Bonus Q&A: Picking a KBO team

sport ball baseball play

Photo by Anastasia Zhenina on Pexels.com

Hey. there’s baseball going on! My body happens to wake up around 5:30 a.m. most morning for reasons unclear, and so I caught most of the KBO action on ESPN the last two days. It’s real, live baseball, on my TV. It’s fabulous.

I got an email from reader Nicholas this week asking, “Do you have a KBO team picked out? Which team should a Mets fan support? I’m hearing LG Twins and Lotte Giants? Would love your thoughts.”

My initial thought was that it doesn’t matter much, because it’s so freakin’ great that there’s baseball to watch that you can just root for dingers. Then I decided to dive into some English-language KBO information so I could at least caution people against rooting for the Yankees of Korea, which seems to be the Bears. Bears suck!

The baseball Twitter-sphere en masse seems to have adopted the NC Dinos, so I knew I didn’t want to pick the NC Dinos. Not trying to root for the craft beer of Korean baseball teams.

I know very little about South Korea, if I’m being honest. But I know its movie industry churns out some truly badass horror movies because my old roommate used to watch them all the time, and because I caught a particularly awesome one in a bar in Austin at a bachelor party a couple years ago and wound up totally sucked in. That one, a zombie movie set on a train, was called Train to Busan, and the Lotte Giants play in Busan. But the Lotte Giants went 48-93 last year, and while I’m not trying to be a bandwagon Bears fan, I’m also not trying to jump on a wagon that apparently did not survive the zombie infestation.

I totally judge books by their cover, so I next thought that maybe I could pick a KBO team based on uniforms. But it turns out the KBO, just like MLB, has a pretty narrow range of color schemes, and most of them are just blue or red or blue and red. I fell pretty hard for the Kiwoom Heroes, because they have the temerity to wear burgundy and silver (and because they play in an awesome looking dome that I’d love to someday visit if such things are ever allowed again).

Then, while trying to find someplace to sell me a Kiwoom Heroes hat, a Google Image search for “Kiwoom Heroes” hat returned a familiar face: Brandon Knight, who made two starts for the 2008 Mets, pitched for the heroes from 2011-2014 and is now their pitching coach. I remember what Knight looked like because he was one of my first-ever on-camera interviews at SNY, which we did because I was interested in his itinerant baseball lifestyle even he spent six years in the KBO.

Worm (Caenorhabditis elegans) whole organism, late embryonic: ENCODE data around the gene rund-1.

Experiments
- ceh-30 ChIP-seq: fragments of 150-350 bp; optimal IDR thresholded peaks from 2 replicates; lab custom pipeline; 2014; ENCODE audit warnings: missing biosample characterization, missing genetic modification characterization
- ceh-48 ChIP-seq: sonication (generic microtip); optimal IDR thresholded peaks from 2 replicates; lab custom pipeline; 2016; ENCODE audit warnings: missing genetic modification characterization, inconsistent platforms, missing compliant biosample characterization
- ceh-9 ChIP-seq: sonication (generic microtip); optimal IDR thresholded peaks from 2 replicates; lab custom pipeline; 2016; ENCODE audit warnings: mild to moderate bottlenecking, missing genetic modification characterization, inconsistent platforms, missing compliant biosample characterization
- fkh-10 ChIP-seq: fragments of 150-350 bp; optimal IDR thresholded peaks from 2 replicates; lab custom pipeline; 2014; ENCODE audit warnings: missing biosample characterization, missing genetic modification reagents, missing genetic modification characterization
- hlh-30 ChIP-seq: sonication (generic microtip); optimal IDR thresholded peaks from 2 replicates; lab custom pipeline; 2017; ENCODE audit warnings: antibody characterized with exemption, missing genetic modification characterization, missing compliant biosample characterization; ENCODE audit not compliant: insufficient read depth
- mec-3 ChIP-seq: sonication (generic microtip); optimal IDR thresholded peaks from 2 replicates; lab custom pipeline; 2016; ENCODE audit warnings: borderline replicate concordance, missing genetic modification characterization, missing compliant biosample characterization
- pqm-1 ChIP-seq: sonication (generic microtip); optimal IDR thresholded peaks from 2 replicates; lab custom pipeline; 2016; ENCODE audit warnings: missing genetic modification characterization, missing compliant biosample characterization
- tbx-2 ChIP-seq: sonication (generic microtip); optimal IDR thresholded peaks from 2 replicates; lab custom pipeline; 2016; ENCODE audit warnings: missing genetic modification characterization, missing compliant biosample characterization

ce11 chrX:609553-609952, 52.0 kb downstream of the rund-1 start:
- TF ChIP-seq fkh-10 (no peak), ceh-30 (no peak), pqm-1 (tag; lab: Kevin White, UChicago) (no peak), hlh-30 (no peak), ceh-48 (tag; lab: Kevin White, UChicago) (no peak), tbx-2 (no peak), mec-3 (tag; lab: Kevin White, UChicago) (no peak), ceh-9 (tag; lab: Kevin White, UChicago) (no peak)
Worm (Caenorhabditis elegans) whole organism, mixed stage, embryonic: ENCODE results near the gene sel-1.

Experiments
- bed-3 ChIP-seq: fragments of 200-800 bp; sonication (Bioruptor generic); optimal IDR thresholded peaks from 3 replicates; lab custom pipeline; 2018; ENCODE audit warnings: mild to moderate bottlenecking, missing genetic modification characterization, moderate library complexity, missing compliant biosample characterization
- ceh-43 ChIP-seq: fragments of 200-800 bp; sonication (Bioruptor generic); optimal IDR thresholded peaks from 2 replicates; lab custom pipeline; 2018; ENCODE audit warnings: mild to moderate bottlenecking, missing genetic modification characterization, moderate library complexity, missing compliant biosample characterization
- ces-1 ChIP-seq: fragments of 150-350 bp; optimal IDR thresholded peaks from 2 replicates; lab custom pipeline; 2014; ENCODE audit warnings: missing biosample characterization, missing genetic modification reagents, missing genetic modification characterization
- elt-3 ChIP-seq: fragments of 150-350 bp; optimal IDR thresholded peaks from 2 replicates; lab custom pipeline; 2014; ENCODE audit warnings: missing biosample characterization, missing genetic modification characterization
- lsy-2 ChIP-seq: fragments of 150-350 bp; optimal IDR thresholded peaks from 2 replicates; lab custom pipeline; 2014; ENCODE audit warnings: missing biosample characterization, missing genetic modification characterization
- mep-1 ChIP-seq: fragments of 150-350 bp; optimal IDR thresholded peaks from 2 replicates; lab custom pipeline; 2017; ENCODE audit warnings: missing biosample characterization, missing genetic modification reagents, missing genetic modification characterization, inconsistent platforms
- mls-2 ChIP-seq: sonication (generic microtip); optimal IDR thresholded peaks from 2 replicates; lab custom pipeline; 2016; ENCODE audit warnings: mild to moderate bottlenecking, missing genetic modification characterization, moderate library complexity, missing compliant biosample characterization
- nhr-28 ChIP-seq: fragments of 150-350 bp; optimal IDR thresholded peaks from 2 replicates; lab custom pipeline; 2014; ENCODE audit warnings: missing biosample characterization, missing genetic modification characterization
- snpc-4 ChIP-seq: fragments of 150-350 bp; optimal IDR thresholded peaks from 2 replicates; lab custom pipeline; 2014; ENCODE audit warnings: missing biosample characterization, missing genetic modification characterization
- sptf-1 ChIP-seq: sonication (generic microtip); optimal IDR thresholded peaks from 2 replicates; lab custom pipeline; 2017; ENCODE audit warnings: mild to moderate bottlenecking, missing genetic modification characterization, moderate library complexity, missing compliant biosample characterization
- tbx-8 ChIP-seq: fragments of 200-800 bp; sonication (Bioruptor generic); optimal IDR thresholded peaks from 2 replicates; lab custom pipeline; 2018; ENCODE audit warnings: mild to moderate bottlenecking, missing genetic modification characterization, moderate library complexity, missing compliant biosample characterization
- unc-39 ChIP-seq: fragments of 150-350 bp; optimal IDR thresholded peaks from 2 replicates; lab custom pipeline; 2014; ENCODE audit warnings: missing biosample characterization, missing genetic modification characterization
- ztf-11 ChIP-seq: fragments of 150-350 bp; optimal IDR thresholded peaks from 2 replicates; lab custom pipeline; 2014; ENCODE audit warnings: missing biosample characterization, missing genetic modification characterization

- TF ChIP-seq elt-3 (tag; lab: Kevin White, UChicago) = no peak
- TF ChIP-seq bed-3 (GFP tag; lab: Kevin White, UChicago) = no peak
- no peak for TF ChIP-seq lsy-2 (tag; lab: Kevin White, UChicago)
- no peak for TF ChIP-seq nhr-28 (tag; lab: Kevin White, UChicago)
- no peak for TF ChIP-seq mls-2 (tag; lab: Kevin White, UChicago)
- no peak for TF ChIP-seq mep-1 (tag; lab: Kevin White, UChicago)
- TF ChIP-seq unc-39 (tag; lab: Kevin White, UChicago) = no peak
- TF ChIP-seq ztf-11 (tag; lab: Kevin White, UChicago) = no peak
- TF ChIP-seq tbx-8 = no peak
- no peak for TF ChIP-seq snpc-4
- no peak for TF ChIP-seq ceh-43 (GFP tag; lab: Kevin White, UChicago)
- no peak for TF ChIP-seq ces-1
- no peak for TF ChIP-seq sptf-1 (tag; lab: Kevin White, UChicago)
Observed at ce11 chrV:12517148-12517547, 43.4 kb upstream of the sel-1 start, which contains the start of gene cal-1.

Ready to go all-in for the Kiwoom Heroes on account of their association with one random dude who threw 12 innings for the 2008 Mets, I went to the ESPN broadcast schedule and learned that the Heroes aren’t on there at all. So nuts to that idea.

Park_Yong-Taek

Park Yong-Taek

Finally, I texted a Mets-fan friend who lived in Korea until he was 11. He offered a definitive answer: The LG Twins. I know this guy to be a man of distinguishing taste, and he said the Twins were his favorite team as a kid. He compared them to the Mets, in that they’re the perpetual “younger brother” team to the Bears, with whom they share a stadium.

And when I thought about it, I already kind of felt for the Twins. In the first KBO game I ever watched — way back on yesterday morning — they got torched by the stupid Bears. But I found a bunch of their players especially appealing. Their starter, Song Eun-Beom, kept cracking wry smiles on the mound, which struck me because pitchers in the U.S. almost never smile when they’re anywhere between the lines. One of their relievers, Kim Dae-Yu, wears No. 69. Their first baseman, Roberto Ramos, is the classic type of Quad-A masher I will be insisting the Mets pick up in a few years when they need a lefty bat for the bench. And their DH, Park Yong-Taek, is Korea’s all-time hits leader and, based on his Wikipedia photo, looks like a dude who might adjunct at Pratt and hang out at my friends’ bar.

So I’m all in for the Twins.

Also, for what it’s worth: I don’t want to beat up on ESPN too much because a) I realize the people in charge of putting together these broadcasts have presumably been rushed into them, b) it doesn’t read well for a dude who couldn’t hack it in baseball media to be doing baseball media criticism, and c) at least they don’t have a stupid K-Zone overlay, but I really wish they’d shift the focus to the games and away from… everything but the games. It’s obvious they’re doing everything they can to make live KBO baseball appeal to American audiences, but what really appeals to me is live baseball.

There’s a school of thought in media — and I can’t say if they’re guilty of this — that says you should never admit to not knowing about something, and I’ve always thought it kind of dumb even if I understand why it exists. In this particular situation, I feel like no one at all would judge the ESPN broadcasters if they just said, “We’re new to this, too, we’re doing our best to learn the players and their stories just like you are.” Right? Who’s expecting Karl Ravech to come in as a KBO expert? I’m sure there are countless desperate, bilingual 24-year-old baseball fans who’d kill to make $20 an hour translating Korean baseball articles for Eduardo Perez. I want to hear more about what I’m watching, not what I’m not watching.

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